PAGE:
Friday, August 16, 2013

Is the term "Redskins" a racist description of Indians?

You know what?  I'm not sure that the term "Redskin" is a racist term.  I know that is a common view, but I think it's also entirely possible that it is a common misconception.  I've always been fascinated with Indian history, and as far as I can tell, they originally coined the term.  Additionally, I think they used the term in a neutral fashion, much like we throw around the terms "white people" and "black people" to this day.  Many others used the term in a neutral fashion as well, and even in today's "Sticks and stones may break my bones, but words are the worst thing that ever happened to anyone" climate, the use of the term in a neutral or positive fashion is still commonplace.

There is no real evidence that the term has anything to do with bloody scalps as many claim, and when the owner of the Boston Redskins established the name in 1933, he did so as a tribute to the coach,  William "Lone Star" Dietz.  There is a lot of controversy surrounding Dietz's background, but he claimed to be an Indian and the name was meant to be a tribute, not a slight.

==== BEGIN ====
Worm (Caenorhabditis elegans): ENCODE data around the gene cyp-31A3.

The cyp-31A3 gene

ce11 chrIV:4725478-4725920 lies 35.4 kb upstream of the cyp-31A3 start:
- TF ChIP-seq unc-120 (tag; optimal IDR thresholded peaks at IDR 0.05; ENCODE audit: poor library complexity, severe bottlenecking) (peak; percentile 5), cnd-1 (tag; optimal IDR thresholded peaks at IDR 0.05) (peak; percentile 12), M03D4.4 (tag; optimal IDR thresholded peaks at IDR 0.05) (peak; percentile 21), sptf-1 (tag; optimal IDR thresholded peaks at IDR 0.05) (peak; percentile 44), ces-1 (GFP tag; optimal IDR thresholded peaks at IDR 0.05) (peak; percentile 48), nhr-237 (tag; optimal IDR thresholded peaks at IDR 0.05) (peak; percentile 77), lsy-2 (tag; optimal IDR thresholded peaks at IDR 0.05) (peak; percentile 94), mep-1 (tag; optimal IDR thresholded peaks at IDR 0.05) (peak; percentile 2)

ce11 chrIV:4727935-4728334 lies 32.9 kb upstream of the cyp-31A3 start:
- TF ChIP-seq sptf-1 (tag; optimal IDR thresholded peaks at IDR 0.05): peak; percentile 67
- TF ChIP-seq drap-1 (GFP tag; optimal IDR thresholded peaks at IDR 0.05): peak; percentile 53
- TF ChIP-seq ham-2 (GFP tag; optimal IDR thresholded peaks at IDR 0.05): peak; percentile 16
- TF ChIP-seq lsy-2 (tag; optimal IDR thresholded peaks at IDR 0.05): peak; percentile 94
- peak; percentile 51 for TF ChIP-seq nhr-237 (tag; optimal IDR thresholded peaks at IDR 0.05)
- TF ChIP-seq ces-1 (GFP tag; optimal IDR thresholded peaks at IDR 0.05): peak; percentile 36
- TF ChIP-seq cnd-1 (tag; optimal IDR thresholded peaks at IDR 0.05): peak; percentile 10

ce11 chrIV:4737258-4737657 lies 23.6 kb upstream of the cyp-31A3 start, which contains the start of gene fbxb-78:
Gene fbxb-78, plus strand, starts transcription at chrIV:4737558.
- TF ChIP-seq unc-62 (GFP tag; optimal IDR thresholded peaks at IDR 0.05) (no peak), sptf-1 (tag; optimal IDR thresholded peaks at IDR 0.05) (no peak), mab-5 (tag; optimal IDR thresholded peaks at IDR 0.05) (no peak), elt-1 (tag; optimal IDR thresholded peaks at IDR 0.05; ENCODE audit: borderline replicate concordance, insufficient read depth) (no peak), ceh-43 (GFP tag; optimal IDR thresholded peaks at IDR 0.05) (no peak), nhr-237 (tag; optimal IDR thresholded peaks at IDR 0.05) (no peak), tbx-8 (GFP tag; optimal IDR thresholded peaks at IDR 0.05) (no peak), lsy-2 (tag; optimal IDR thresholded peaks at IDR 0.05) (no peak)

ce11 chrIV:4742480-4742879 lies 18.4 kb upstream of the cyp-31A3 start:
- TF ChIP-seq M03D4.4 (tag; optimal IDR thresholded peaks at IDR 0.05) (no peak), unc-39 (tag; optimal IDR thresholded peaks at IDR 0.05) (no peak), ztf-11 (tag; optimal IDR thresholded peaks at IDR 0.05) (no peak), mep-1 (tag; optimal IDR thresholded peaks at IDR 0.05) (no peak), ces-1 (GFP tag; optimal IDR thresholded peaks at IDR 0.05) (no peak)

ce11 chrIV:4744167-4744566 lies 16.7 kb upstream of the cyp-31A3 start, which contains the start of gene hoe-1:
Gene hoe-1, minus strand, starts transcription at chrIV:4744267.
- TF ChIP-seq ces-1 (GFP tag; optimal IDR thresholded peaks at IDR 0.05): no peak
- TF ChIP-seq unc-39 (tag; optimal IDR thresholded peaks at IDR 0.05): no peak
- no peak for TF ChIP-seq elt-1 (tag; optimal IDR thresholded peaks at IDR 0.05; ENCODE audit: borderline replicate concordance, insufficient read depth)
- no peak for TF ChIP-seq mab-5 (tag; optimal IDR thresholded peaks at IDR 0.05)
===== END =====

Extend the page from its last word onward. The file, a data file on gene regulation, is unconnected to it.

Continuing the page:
Are there examples that the term was used in a negative fashion over the years?  Sure, but I don't know if any common description of any group of people could ever exist in our world without similar examples of prejudice popping up.

It's a complex issue and  I could be totally wrong here, but there is ample room for various interpretations.  Having said that, I think anyone who thinks it's simple case of prejudice should dig a little deeper.  Here's one of many interesting takes on the topic for anyone who is curious about the origins of the name and the history of the term itself:  The Origin of Redskin c/o Bill Poser

At some point, I think we need to take more interest in intent than what those squeaky wheels who are always clamoring for attention tell us we should deem offensive.  I understand that the term has been used in a racist fashion and I understand many consider it an insult.  Yet I can't understand why we're so willing to define terms by the worst examples of how they are used, particularly when it would be so much more logical to weigh such language by the manner in which it is used and the effect the speaker is striving for.

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